I’m so tired I can hardly stand, and coffee isn’t helping. As the saying goes: Roses are red, Violets are blue, Getting old is pigeon poo.
There’s a puppy in the old farmhouse. Cute, highly energetic and doing a stellar job of letting me know that some things really are more wearing on us when we’re no longer 21—or 51 if it comes to that.
Things like puppies, Monday’s power outage, pounding in fenceposts and hiking in a massive downpour—it has all contributed to thinking about this week’s conversation.
At some point in the riding adventure, most of us need to consider the question of whether, and when, to hang it up. Some of us, of course, don’t get that luxury.
Life-altering illness or injury and fatal collisions abbreviate far too many motorcycling careers. So the rest of us kind of owe it to those folks to take this matter seriously and try to weigh out the options for ourselves.
I’ve looked at this from a few different angles and searched the literature and the statistics to see what we can learn from the academics because enthusiast publications aren’t exactly falling over themselves to guide us anywhere but onto a new bike. Nothing against new bikes, I wish I could get one, but it is a rather narrow viewpoint.
Let’s start there and then get on to the other stuff.
A few years ago, on a vacation in the Rockies, I got talking with a couple of seniors who had surprised me by showing up on a big scooter. All the way from New York, this pair were gleefully pounding out the miles on a gently loaded Burgman. They happy to talk about why.
His left knee wasn’t up to lifting/balancing the bigger tourer bike they’d rode for years. So they decided to keep seeing the world on two lighter and more manageable wheels. So they traded up (or down) to the scooter and got back on the road.
The point is the decision to hang it up isn’t black or white. It can be just like what people now do to get a license in the first place—a graduated process of adapting to change. This couple was just reversing what a number of countries require for new riders—graduated displacement. Instead of going up the scale of horsepower and weight as beginners, they’ve found equal value in applying all their skills and experience to a bike back down that ladder.
The toughest part of that decision for a very large number of riders, though, is going to be the challenge of putting aside pride and peer pressure in favour of good sense. That is easier said than done in a world where you aren’t “really” a rider yet, or still, if you’re riding anything less substantial than your dream bike, or your buddies’ rides. Overwhelmingly, the club rides are largely populated by very large displacement, very powerful and very heavy ponies.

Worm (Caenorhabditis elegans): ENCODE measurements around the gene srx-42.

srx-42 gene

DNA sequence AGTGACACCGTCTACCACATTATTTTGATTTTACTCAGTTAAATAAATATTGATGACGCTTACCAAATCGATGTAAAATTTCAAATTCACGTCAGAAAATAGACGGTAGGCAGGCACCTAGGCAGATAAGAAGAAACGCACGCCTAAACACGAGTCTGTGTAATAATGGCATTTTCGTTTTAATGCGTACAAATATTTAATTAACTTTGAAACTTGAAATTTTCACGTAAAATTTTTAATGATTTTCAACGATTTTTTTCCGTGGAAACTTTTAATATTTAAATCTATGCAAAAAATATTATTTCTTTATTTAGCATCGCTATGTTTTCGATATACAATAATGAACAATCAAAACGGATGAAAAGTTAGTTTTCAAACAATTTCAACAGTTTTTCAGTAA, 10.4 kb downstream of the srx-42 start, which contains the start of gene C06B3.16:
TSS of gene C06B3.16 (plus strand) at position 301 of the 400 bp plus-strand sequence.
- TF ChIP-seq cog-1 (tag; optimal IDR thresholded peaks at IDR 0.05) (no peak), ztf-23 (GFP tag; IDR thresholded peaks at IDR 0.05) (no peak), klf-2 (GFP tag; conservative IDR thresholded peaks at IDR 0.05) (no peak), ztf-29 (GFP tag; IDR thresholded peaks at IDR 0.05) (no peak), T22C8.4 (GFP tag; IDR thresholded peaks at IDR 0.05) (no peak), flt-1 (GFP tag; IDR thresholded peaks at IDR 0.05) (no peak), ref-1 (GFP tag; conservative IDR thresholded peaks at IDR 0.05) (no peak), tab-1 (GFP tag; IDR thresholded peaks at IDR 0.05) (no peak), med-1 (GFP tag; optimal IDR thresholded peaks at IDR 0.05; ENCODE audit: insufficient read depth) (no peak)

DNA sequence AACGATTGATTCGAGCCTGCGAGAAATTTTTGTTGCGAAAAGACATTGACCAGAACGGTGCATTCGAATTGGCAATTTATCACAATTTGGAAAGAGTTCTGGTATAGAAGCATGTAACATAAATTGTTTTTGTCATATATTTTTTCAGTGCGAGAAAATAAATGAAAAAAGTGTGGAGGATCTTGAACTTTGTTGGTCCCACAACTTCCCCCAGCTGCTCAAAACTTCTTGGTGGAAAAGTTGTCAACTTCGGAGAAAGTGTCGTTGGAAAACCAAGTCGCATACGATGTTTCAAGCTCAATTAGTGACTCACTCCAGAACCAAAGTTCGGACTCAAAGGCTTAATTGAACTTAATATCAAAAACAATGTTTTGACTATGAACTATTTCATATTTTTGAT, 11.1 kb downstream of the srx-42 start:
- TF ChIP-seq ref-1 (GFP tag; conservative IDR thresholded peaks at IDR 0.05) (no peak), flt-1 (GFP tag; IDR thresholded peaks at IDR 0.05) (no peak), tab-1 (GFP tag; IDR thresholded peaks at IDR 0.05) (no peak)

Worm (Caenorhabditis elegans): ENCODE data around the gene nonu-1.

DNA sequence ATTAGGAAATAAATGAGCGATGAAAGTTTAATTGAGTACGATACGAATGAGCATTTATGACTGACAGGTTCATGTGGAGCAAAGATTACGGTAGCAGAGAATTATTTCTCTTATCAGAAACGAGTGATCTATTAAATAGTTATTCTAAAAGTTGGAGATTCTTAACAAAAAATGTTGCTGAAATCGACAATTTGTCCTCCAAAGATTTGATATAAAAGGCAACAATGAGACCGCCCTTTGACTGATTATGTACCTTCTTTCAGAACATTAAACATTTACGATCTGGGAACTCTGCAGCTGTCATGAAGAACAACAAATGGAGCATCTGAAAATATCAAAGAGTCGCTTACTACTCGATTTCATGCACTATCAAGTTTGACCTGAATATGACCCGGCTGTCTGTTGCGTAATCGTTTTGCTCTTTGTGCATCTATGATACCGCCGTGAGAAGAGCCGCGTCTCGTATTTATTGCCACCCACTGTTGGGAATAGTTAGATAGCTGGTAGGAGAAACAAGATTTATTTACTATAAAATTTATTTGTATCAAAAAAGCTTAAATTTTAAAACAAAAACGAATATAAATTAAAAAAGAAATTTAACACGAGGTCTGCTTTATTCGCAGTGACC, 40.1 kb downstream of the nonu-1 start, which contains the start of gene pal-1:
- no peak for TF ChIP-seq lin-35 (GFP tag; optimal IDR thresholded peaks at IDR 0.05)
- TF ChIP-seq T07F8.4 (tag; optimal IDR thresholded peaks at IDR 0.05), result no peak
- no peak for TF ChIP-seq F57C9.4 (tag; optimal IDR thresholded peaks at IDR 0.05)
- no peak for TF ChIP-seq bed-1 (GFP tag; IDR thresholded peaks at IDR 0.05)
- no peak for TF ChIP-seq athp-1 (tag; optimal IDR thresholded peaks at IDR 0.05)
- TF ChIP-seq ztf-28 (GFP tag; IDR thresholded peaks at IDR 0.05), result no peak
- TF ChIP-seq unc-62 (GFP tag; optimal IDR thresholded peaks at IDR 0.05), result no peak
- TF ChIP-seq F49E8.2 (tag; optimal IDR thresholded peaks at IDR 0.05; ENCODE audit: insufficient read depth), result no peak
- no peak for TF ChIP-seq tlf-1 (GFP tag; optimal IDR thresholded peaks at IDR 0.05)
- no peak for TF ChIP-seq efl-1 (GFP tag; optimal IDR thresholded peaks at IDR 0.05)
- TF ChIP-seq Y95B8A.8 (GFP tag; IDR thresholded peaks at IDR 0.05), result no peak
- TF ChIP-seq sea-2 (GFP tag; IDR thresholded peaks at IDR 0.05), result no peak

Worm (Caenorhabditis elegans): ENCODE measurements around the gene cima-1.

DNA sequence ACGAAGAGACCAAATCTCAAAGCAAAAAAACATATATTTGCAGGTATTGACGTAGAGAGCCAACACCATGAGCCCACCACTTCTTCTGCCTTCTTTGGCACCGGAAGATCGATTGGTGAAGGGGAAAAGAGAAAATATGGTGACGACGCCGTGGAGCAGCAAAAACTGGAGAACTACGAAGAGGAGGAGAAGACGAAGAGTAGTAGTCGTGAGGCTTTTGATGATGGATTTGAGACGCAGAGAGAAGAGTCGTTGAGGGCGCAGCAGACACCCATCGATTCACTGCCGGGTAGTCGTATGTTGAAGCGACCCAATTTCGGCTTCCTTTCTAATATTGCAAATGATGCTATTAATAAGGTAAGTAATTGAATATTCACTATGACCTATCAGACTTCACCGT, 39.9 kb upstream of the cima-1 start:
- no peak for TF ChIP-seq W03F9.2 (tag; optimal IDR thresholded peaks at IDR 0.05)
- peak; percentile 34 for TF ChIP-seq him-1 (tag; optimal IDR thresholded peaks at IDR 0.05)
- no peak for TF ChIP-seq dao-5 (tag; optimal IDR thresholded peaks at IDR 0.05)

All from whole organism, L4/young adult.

Allow me to suggest a little homework here. If you’ve had the occasional honest moment with yourself and noted the big bike is indeed getting to be more anchor than boat some days, go do some test riding.
Things have changed. What’s happening in the smaller displacement categories will blow your mind if you haven’t ridden lighter for awhile. Modern engine management, metallurgy, manufacture, technology, and design have brought us smaller bikes that run rings around the traditional big stuff. But don’t take my word for it, and don’t just dismiss it out of hand. Great options exist.
While you’re test riding, consider the rest of the picture for the aging rider. (I hate that, by the way—the aging part. It just rubs me raw.)
A few years ago, the B.C. Injury Research and Prevention Unit analyzed what was happening in the motorcycling world. They found riders over 50 don’t bounce well in B.C. any more than in the other parts of the world where this has been studied.
Riders over 50 who crash sustain more severe injuries and spend longer in ICU and in hospital generally compared with younger riders. They are also more often fatally injured in comparable crashes.
More recently, the unit released a new overview (Motorcycle Injuries in BC), looking at injury crashes from 2009 -2018. Brace yourself.
“Nearly one-quarter of all motorcycle injuries and deaths are among those 50-59 years old,” it said, adding there has been an increase in deaths among ages 30 to 39, 60 to 69, and 70 and over categories. That is consistent with findings elsewhere in the world.
Age and experience clearly do not outweigh risk, and in some respects they are contributors. Senior riders who choose to continue, therefore, should be more willing to choose better protection than before. Better helmets, better gear, and more safely equipped bikes are critical choices for us—as are more careful fatigue management.
So, it’s either that or saying “when.”
As always, it’s your call.
This article is written by or on behalf of an outsourced columnist and does not necessarily reflect the views of Castanet.